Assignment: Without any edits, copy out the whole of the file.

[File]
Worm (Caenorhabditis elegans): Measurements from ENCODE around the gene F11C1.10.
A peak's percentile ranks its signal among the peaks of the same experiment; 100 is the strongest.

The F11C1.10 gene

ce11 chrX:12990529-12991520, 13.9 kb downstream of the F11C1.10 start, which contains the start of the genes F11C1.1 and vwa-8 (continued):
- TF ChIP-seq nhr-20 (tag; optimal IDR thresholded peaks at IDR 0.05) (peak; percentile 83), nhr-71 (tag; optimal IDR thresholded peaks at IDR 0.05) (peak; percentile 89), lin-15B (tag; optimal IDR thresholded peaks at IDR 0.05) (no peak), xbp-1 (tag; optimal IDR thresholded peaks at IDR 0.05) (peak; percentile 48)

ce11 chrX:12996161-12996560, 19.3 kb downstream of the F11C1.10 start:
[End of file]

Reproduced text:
Worm (Caenorhabditis elegans): Measurements from ENCODE around the gene F11C1.10.
A peak's percentile ranks its signal among the peaks of the same experiment; 100 is the strongest.

The F11C1.10 gene

ce11 chrX:12990529-12991520, 13.9 kb downstream of the F11C1.10 start, which contains the start of the genes F11C1.1 and vwa-8 (continued):
- TF ChIP-seq nhr-20 (tag; optimal IDR thresholded peaks at IDR 0.05) (peak; percentile 83), nhr-71 (tag; optimal IDR thresholded peaks at IDR 0.05) (peak; percentile 89), lin-15B (tag; optimal IDR thresholded peaks at IDR 0.05) (no peak), xbp-1 (tag; optimal IDR thresholded peaks at IDR 0.05) (peak; percentile 48)

ce11 chrX:12996161-12996560, 19.3 kb downstream of the F11C1.10 start: